I never included in any sermon reference to the following two pieces that have inspired me throughout my Rabbinate. I could not have articulated this when I began forty years ago which I remember like yesterday. Somewhere, sometime, both of the following became my essence and explain why I have done everything I have done with my life.
The Hebrew author Sholom Asch wrote a novel entitled “Kiddush HaShem,” “The Sanctification of God’s Name.” It takes place in 17th century Poland, my maternal grandmother’s birthplace, and describes an event at the famous fair held in Lublin that occurred after frightful pogroms. The protagonist Shlomo – meaning ‘peace,’ – roams the fair looking for survivors. He comes to a narrow street with merchants’ stalls. There is one that with an old man at its entrance, that is empty. “What do you sell here? Your booth is void and empty, and there is no merchandise in it.” And the old man answered: “I sell faith.”
That was and is the essence of my soul. In every setting, I have presented and affirmed our faith, even in a world that seemed to deny it, even in times of doubt. I came of age as Holocaust literature and movies were first appearing. It all clashed within me. When I said to my parents that I wanted to be a Rabbi, perhaps, without knowing then, but in my subconscious, this was stirring within my neshama. Then I found this piece from Sholom Asch and I said, “This is me.” I sell our faith. Forever.
There is another piece that has motivated me, that encouraged me to listen to the voices of children and never consider them as noise. I have shared this only once before. In the years before the Holocaust a photographer named Roman Vishniac traveled through Eastern Europe capturing the world from which my grandparents had come thirty or forty years earlier. On the cover of his book is a picture of a young boy in cheder. His face is infused with holiness, radiant with purity and lustrous with devekut, devotion. Such a love of Yiddishkeit, such a love of God glowed in his face. The picture captured this child with a simple yet pure faith. I wanted to capture and perpetuate that look forever. I have wanted to implant that feeling and faith, that aura in every child I taught, every bar and bat mitzvah with whom I spoke, with every bride and groom with whom I stood under chuppah. I wanted to give everlasting life to that destroyed world through the lives of our own children from the moment of their births, in their faces, hearts, minds and voices, and now in our grandchildren. I don’t just see us. I see the millennia of the Jewish people. I see eternity.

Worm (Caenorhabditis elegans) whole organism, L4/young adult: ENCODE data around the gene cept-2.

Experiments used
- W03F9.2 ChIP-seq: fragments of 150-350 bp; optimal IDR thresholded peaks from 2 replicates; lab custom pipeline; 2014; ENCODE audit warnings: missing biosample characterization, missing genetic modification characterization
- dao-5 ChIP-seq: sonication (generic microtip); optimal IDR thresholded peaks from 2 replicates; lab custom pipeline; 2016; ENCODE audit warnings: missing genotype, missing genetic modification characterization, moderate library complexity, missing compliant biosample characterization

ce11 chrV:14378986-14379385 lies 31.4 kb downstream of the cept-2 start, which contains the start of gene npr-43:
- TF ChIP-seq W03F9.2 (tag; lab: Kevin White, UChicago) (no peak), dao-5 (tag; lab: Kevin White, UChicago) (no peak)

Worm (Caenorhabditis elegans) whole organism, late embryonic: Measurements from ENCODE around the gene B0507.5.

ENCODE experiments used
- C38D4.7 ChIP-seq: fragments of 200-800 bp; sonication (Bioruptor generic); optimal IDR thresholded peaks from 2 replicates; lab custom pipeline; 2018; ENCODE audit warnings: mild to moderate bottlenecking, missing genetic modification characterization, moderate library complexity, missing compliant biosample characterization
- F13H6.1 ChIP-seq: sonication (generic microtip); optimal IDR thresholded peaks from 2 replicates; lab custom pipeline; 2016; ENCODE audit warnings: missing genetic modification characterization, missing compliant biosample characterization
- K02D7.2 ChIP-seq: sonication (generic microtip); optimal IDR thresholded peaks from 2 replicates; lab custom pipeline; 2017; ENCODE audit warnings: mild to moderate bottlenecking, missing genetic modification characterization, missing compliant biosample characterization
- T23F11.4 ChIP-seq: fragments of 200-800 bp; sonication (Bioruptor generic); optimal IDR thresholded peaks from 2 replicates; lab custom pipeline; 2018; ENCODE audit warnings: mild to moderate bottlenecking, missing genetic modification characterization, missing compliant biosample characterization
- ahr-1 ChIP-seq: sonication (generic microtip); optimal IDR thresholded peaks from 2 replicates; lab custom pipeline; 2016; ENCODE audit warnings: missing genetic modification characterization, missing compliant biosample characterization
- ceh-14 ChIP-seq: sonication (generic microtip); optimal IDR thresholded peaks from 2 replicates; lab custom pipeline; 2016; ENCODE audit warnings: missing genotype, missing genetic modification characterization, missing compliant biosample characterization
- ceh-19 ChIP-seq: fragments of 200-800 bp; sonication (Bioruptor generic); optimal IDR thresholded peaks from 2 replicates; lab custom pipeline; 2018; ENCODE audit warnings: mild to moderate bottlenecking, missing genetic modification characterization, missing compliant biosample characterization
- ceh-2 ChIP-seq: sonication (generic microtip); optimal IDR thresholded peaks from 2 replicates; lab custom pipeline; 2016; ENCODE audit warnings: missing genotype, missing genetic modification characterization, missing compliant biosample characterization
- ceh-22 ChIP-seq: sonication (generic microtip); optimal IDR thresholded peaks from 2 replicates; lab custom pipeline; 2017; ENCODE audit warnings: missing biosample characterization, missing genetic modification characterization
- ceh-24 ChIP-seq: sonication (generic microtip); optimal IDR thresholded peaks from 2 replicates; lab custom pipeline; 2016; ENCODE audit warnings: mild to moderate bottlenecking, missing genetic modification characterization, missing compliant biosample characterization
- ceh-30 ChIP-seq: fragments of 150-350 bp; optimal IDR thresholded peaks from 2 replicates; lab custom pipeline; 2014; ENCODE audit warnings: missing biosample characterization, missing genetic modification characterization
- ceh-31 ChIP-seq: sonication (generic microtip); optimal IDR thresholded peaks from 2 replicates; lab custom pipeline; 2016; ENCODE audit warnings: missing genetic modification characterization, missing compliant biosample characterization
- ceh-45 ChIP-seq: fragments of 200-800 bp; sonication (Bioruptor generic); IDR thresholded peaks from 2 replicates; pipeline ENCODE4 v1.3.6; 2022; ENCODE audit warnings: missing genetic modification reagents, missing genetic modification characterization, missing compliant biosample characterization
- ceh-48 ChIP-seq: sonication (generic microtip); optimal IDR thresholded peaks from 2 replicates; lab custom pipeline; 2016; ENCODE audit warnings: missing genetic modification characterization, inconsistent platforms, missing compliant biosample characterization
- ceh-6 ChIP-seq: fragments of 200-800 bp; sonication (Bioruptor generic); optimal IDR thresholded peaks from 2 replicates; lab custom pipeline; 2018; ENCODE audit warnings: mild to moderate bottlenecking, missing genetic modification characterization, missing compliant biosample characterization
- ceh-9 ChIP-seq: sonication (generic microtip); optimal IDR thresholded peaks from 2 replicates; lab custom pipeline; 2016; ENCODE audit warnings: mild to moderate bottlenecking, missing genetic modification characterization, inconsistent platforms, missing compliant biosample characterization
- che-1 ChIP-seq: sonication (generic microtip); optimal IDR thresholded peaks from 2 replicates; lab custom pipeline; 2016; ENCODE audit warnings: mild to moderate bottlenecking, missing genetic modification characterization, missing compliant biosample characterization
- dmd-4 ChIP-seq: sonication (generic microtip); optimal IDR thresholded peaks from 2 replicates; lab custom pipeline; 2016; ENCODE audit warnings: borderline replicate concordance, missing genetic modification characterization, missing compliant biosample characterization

This is why I became a Rabbi and dedicated my life to God and our people. I have been blessed by God, my family and by you to have fulfilled my dreams. To all I give thanks. To quote the Hasidic Reb Simcha Bunim: “I can’t imagine this world without you.”
There are many things that will be left unsaid and names of people unmentioned. Let everyone know that they are most inscribed and cherished in my mind and my heart forever. I close these remarks with the following:
In Keriyat HaTorah, the cycle of Torah reading, this Shabbat was one of transference. We concluded the Book of Exodus in Shacharit and began the Book of Leviticus at Mincha. It is the perfect paradigm as the Shabbat recognizes the conclusion of my pulpit Rabbinical career and transference to new endeavors and the transference of Rabbinical leadership of Temple Beth-El from me to Rabbi Knopf. It was a wonderful article and picture in the Reflector. I welcome him with open arms, have expressed to him my support and assistance, and bequeath to him the congregation and people whom I have loved. He has sent me a very beautiful letter this erev Shabbat. At the end of reading each Book of Torah we proclaim: “Chazak, Chazak, v’nit-chazayk” – “Be strong! Be strong! And we will be strengthened.” The first I recite for my distinguished predecessors. The second I humbly recite for myself. And the third I recite for Rabbi Knopf. “Chazak, Chazak, v’nit-chazayk.”
The editor of Moment magazine, Nadine Epstein, tells a story about a man who served as a groundskeeper and when he retired he wrote a few lines to the people whose yards he tended. While not exactly identical, its parallel is striking and it expresses my sentiments. “I have seen my time is at a close, and I have tried to find a replacement. I have failed. I am very sorry. If you see me anytime around, I’ll be looking for my footsteps in the sand. Just say my footsteps are still there and I’ll thank you.”
Baruch Atah Adonay Elohaynu Melech HaOlam Shehecheyanu v’kiymany v’hegeyanu lazman hazeh. Amen.